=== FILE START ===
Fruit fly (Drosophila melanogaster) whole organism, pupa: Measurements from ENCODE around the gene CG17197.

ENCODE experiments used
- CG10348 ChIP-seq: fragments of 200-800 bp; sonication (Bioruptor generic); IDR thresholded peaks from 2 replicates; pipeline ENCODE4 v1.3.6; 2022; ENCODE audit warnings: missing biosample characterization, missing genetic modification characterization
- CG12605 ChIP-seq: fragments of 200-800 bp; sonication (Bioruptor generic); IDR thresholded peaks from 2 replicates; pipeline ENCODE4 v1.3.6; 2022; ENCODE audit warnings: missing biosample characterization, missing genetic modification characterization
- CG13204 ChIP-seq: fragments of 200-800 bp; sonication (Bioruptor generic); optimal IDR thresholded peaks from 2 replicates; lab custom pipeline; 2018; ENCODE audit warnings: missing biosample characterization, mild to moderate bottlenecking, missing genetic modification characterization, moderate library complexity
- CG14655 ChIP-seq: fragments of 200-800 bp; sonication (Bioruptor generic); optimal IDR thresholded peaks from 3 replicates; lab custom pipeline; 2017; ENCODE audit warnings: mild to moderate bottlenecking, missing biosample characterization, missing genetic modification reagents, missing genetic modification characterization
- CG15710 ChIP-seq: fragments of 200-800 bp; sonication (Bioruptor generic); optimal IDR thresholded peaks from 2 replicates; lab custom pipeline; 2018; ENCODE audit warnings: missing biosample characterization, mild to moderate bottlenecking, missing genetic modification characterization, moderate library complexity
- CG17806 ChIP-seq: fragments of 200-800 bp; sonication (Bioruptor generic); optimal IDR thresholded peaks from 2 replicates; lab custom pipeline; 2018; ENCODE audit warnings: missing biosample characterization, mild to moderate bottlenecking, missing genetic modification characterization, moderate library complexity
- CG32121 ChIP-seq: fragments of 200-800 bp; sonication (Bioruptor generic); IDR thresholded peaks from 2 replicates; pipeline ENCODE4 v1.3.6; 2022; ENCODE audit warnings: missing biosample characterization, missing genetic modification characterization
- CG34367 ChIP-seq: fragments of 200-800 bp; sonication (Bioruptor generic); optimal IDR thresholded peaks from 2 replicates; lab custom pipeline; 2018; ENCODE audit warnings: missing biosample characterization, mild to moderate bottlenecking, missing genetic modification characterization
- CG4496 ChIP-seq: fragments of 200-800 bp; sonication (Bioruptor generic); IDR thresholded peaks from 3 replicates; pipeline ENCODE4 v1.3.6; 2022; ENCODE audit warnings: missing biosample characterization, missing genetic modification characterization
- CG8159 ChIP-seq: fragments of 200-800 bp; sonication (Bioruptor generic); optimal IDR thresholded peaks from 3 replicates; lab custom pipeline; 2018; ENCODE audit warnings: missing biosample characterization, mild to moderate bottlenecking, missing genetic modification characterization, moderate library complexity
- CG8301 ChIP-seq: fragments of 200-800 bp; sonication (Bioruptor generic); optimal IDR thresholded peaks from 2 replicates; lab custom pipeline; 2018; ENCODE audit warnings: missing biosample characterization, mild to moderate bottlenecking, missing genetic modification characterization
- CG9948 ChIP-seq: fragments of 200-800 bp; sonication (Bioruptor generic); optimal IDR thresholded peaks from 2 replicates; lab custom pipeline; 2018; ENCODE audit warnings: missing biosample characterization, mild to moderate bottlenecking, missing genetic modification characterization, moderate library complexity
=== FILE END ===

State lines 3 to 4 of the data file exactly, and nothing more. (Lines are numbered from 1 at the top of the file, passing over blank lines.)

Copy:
- CG10348 ChIP-seq: fragments of 200-800 bp; sonication (Bioruptor generic); IDR thresholded peaks from 2 replicates; pipeline ENCODE4 v1.3.6; 2022; ENCODE audit warnings: missing biosample characterization, missing genetic modification characterization
- CG12605 ChIP-seq: fragments of 200-800 bp; sonication (Bioruptor generic); IDR thresholded peaks from 2 replicates; pipeline ENCODE4 v1.3.6; 2022; ENCODE audit warnings: missing biosample characterization, missing genetic modification characterization